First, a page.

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"You remember Eponina, who kept her husband alive in an underground cavern so devotedly and heroically? The force of character she showed in keeping up his spirits would have been used to hide a lover from her husband if they had been living quietly in Rome. Strong characters need strong nourishment." [Stendhal, "De l'Amour" 1822]Sense of "person in a play or novel" is first attested 1660s, in reference to the "defining qualities" he or she is given by the author. The Latin ch- spelling was restored 1500s.
character char·ac·ter (kār'ək-tər)
An attribute, trait, or distinct structural or functional feature. Also called characteristic.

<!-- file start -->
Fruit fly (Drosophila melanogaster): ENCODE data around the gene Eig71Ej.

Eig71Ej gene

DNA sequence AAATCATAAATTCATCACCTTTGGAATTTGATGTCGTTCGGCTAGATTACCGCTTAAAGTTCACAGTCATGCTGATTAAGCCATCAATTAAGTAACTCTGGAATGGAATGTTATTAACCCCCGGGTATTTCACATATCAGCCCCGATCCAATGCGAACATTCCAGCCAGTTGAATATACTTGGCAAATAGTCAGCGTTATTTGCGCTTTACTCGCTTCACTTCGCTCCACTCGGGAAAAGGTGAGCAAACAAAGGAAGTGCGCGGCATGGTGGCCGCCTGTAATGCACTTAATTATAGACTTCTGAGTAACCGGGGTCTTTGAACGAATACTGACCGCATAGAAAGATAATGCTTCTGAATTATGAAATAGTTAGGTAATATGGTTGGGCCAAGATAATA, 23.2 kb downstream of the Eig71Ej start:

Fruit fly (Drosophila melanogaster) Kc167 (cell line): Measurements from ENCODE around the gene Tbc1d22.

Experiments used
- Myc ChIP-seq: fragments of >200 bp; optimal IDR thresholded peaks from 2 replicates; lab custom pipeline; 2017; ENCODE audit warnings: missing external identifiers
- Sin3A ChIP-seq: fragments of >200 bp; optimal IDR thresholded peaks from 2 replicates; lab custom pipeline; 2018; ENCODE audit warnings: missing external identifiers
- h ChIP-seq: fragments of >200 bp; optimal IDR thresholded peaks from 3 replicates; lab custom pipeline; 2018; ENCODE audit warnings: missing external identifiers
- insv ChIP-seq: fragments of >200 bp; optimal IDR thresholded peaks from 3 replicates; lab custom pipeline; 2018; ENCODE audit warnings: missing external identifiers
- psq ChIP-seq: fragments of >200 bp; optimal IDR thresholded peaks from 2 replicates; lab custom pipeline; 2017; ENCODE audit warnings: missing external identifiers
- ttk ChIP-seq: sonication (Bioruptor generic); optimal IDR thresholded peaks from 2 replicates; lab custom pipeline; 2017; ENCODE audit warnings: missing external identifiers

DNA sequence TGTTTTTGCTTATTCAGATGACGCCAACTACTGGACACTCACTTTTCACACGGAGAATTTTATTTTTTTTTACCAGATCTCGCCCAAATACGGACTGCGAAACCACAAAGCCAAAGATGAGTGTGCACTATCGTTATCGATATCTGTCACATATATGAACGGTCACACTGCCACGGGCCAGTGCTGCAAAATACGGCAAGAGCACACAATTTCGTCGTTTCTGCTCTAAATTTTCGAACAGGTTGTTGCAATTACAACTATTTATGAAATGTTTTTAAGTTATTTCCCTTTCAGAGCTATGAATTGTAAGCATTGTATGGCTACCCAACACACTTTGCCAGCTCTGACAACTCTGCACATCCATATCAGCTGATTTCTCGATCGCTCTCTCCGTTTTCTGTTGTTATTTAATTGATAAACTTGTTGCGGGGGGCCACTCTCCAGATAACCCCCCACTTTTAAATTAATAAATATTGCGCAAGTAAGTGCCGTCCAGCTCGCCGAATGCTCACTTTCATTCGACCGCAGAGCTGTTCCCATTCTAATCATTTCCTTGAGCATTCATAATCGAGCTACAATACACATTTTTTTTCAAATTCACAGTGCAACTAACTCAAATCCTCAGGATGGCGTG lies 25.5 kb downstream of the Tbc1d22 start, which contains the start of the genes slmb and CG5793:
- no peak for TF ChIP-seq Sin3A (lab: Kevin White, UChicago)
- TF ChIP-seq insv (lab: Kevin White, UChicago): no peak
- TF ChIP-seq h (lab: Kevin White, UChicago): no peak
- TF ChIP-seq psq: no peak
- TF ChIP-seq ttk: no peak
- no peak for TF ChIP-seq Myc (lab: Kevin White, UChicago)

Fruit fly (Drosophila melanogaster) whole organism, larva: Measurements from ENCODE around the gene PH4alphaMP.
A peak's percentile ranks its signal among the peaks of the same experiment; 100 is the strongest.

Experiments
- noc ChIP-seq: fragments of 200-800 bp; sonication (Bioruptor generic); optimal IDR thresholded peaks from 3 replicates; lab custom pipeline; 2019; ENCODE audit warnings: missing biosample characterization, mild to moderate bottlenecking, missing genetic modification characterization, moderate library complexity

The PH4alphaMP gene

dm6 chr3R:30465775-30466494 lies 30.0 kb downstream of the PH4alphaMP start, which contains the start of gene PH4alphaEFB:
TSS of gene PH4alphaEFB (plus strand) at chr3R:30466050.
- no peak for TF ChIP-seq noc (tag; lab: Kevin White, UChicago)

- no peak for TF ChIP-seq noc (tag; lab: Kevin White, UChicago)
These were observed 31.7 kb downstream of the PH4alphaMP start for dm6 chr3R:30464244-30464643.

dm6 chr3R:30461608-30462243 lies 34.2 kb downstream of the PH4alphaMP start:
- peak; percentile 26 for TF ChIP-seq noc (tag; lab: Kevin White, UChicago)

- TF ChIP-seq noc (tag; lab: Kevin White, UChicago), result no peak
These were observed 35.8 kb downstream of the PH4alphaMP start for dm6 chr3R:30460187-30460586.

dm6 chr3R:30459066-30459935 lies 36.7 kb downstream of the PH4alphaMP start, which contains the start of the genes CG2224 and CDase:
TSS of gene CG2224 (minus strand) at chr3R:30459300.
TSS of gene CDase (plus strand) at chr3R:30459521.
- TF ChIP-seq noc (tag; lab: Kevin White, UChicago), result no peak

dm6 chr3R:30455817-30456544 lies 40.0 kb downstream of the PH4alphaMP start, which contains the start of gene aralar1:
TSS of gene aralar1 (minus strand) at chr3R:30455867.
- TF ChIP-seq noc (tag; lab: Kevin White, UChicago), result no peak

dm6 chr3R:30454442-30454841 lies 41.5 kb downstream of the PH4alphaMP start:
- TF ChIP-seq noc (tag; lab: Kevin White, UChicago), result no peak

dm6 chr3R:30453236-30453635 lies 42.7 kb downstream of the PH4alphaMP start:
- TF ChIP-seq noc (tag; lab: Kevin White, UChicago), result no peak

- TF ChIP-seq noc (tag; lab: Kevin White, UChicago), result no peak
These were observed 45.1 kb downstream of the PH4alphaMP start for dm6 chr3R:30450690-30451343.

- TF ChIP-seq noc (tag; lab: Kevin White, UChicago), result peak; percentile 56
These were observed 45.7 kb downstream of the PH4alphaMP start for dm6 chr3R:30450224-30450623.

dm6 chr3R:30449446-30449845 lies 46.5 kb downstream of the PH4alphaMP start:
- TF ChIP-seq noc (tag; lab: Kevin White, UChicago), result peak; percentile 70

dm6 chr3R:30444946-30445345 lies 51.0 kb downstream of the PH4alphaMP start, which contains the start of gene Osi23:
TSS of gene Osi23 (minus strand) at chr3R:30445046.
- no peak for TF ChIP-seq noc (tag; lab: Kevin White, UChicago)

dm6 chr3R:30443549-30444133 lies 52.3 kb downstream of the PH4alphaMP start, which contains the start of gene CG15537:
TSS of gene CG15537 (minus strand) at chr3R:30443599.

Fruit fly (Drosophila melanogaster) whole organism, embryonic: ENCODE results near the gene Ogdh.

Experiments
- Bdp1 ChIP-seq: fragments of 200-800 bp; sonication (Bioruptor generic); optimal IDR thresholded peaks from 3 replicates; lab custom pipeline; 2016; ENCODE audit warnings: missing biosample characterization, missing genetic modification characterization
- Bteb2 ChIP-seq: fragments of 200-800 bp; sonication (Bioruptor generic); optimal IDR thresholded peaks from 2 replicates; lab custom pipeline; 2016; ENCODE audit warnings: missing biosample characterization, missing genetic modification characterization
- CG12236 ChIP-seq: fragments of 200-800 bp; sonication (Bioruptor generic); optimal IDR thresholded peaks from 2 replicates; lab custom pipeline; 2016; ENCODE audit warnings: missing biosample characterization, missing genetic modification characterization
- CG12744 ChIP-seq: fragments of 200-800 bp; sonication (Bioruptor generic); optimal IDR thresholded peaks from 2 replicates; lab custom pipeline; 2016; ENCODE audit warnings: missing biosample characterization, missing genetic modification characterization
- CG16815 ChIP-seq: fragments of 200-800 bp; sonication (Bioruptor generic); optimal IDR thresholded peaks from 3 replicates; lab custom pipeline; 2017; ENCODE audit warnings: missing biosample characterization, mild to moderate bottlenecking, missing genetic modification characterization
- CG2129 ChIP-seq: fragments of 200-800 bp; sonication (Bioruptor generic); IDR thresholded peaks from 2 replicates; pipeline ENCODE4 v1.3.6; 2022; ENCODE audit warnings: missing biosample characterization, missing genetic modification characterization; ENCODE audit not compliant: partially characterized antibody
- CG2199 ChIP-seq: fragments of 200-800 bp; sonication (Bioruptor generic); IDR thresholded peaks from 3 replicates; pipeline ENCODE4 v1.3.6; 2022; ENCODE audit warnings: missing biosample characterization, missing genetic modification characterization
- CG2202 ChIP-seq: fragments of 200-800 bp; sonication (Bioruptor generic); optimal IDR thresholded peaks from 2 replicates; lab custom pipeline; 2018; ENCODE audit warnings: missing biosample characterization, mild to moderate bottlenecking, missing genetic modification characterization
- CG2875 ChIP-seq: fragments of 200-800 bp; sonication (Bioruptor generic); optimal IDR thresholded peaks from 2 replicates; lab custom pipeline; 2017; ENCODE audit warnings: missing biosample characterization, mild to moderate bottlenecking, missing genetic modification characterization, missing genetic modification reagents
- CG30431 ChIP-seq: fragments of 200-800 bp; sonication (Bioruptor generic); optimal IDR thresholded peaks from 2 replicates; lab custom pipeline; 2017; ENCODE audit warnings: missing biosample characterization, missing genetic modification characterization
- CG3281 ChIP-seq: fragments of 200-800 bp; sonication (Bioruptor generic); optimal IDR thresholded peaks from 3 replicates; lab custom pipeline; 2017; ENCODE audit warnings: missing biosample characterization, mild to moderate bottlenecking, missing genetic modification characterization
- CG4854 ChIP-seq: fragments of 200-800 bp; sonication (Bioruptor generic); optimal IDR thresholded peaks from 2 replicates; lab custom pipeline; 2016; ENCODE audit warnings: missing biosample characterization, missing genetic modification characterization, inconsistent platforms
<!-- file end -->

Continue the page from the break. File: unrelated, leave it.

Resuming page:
in biology, any observable feature, or trait, of an organism, whether acquired or inherited. An acquired character is a response to the environment; an inherited character is produced by genes transmitted from parent to offspring (their expressions are often modified by environmental conditions). One gene may affect many characters; one character may be controlled by many genes. A character controlled by only a few genes is known as an oligogenic, discontinuous, or qualitative character; a character controlled by many genes is termed polygenic, continuous, or quantitative. A genetically controlled character may be termed dominant when its controlling genes are powerful enough to mask the effect of other genes (alleles) that control an alternative character, termed recessive